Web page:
So, what is it like to be the Executive Director of the Mississippi Heritage Trust, you ask? Well, most days it looks a lot like any other job, I imagine-emails, bookkeeping, databases (ugh), with the occasional grant to write or public hearing to attend. But my job also gives me the opportunity to get out, travel our state and visit with people who are working to save the places that matter.
Last Thursday, I started my day in Jackson, meeting with folks to figure out how to link the Mississippi Heritage Trust’s Lowry House into the city’s sewer system. Thanks to Baptist Hospital, it looks like we will not have to build an outhouse! Then it was off to beautiful Yazoo City for lunch with MHT board member Sarah Sheffield. Just before I arrived, Sarah had received a shipment of paint for her upcoming neighborhood painting project. Over homemade ice cream and coconut cake, Sarah and I visited about how to strengthen MHT’s advocacy efforts, the ongoing restoration of the Pugh Blundell House and how much fun it is to live in a house with a history.
After getting back to Jackson, I stopped by former MHT Executive Director Stella Gray Sykes’s stately historic home for delicious pimento cheese, a glass of wine and a chat about the upcoming 10 Most event at the Cedars on Thursday, November 14 (get your tickets at http://www.mississippiheritage.com), while enjoying an impromptu gymnastics demonstration. Over dinner, Marilynn Jones, Director of the Manship House Museum, and I strategized about the many wonderful opportunities to partner on educational outreach programs for the Manship House and its neighbor, the Lowry House.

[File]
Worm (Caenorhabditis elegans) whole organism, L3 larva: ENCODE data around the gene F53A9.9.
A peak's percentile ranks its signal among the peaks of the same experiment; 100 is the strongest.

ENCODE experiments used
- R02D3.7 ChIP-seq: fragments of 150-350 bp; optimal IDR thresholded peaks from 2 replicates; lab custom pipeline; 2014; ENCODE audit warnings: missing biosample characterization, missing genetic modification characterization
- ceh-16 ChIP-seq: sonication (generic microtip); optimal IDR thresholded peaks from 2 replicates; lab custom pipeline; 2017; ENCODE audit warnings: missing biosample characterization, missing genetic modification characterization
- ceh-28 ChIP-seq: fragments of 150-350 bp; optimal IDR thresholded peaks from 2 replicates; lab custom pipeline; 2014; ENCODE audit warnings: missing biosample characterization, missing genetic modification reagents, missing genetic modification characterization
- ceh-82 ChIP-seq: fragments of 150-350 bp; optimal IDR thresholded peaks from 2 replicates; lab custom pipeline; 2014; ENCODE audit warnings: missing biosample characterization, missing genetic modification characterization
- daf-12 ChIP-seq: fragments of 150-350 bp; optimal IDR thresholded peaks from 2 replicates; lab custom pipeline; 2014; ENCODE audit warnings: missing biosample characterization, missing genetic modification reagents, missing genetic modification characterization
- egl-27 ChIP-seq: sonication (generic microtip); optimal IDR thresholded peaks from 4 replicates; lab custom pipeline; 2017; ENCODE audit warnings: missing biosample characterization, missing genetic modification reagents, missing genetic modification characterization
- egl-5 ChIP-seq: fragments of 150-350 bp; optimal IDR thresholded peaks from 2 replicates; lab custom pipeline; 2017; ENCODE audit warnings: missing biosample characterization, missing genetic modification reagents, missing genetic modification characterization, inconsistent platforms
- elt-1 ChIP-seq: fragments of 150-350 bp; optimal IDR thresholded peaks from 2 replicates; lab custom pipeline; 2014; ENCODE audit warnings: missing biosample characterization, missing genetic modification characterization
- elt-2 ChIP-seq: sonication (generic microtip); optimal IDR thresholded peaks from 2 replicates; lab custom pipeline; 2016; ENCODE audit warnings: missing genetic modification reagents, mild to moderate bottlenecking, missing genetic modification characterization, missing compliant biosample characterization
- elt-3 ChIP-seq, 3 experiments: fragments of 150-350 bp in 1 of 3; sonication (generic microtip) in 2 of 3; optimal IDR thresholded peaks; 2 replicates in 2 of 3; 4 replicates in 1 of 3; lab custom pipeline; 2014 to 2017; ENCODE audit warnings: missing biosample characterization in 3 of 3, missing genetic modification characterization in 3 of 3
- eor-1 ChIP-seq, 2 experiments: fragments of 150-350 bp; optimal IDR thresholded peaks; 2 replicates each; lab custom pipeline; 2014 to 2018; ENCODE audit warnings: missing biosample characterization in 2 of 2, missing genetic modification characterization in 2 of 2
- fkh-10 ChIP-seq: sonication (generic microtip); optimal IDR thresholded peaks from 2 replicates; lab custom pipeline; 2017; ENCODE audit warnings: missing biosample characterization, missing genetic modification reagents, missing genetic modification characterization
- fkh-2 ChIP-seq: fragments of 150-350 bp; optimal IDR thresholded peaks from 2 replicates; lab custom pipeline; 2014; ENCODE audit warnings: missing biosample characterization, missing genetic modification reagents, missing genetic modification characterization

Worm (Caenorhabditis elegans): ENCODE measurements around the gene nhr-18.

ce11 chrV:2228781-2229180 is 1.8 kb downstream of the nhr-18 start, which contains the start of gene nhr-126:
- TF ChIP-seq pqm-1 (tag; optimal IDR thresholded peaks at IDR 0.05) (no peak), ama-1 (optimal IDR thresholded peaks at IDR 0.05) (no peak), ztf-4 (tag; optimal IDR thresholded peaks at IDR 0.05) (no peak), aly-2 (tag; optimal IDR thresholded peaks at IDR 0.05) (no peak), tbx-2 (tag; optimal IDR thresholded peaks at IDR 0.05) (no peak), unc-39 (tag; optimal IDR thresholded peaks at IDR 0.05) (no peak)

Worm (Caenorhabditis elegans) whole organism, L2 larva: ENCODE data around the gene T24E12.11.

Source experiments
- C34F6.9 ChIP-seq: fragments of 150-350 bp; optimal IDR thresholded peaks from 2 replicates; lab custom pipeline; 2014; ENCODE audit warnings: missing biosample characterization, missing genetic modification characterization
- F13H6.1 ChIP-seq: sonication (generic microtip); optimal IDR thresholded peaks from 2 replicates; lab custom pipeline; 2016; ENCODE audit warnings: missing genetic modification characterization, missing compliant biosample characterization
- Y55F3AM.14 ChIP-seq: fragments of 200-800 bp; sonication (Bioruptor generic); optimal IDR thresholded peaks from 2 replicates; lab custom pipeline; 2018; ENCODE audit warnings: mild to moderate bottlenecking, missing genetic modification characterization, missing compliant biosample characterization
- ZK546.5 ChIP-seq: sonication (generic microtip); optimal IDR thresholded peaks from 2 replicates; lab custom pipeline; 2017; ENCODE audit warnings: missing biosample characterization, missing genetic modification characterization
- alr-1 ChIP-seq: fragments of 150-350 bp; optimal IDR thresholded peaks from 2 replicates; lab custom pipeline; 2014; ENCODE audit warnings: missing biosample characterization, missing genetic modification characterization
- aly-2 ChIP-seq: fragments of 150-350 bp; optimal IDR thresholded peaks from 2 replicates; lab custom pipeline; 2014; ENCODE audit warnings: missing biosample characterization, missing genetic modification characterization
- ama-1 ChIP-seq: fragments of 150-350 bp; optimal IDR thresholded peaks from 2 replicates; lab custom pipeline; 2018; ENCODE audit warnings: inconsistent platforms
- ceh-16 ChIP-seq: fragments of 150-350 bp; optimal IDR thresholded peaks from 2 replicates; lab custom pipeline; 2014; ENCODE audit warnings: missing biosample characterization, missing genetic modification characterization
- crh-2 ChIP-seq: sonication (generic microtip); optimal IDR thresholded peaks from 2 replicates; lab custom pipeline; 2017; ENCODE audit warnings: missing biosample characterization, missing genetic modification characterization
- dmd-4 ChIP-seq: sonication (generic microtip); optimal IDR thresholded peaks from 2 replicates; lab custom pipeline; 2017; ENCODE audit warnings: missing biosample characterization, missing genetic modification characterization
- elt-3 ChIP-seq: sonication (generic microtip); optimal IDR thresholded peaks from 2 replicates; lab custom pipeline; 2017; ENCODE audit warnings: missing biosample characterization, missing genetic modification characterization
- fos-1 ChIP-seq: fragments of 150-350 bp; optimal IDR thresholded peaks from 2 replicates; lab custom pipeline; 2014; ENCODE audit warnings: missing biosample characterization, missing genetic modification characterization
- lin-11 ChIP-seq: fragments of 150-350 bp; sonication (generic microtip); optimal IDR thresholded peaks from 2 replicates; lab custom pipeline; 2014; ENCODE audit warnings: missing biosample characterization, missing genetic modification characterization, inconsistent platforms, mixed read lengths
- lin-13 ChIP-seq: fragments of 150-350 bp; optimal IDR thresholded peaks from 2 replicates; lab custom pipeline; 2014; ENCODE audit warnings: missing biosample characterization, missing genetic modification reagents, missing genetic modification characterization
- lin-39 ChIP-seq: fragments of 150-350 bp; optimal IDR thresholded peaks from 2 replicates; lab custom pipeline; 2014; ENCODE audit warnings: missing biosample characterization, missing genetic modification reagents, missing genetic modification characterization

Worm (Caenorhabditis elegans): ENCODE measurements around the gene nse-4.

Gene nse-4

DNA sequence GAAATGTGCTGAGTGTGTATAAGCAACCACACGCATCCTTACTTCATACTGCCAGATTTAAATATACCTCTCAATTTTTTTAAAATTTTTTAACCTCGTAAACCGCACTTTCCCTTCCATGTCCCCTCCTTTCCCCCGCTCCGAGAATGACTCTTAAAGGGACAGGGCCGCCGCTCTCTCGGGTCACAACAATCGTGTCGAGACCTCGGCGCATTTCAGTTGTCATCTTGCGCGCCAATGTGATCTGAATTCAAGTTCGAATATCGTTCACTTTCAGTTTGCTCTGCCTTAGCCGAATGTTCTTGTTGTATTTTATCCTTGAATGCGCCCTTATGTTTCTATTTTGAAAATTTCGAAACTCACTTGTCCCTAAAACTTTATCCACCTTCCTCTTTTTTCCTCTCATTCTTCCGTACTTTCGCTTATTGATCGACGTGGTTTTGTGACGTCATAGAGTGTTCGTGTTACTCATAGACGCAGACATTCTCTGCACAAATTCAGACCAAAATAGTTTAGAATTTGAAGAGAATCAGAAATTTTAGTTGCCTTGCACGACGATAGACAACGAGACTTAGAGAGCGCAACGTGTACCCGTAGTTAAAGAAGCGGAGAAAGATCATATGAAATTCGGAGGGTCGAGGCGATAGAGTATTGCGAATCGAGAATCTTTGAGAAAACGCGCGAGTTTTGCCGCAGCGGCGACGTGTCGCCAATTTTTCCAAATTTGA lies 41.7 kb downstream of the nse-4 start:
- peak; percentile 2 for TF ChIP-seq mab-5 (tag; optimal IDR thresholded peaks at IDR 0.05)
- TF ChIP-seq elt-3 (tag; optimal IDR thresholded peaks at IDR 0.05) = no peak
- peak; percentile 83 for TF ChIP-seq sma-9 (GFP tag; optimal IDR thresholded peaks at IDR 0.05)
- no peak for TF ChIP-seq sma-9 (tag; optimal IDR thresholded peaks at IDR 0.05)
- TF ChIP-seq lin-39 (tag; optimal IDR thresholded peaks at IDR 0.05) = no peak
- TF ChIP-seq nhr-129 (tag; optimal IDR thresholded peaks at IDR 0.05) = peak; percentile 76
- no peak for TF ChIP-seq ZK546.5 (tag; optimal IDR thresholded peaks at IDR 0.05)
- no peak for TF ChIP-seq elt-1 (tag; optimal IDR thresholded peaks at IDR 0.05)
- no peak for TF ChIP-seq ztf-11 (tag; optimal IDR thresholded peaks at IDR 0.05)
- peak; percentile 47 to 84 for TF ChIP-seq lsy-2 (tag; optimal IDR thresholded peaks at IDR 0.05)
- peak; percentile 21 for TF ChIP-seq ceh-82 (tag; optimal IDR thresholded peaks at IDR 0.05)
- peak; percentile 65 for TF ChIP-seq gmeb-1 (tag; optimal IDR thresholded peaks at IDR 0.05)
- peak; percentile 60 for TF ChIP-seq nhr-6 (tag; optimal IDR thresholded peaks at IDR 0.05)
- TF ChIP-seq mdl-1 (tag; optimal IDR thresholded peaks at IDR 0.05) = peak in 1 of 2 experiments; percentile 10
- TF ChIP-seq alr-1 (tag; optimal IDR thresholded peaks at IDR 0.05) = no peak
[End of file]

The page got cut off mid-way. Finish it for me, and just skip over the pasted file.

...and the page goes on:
After a leisurely breakfast at the lovely Old Capitol Inn, it was off to the charming historic town of Clinton for the MHT executive committee meeting. The folks at 303 Jefferson made us feel right at home as we talked preservation while enjoying gumbo, blackened grouper and giant burgers. After a too-brief stop in Pentimento Books, it was back to Jackson to wander under the magnificent trees at the Cedars with Kay Holloway and talk about our party plans for 10 Most. Now a popular venue for events and art exhibitions, this once-endangered historic treasure is the perfect place to come together on November 14 and talk about how we can save the special places that will be named as the 10 Most Endangered Historic Places for 2013-2014. Yes, being Executive Director of the Mississippi Heritage Trust certainly has its perks!
Categories: Historic Preservation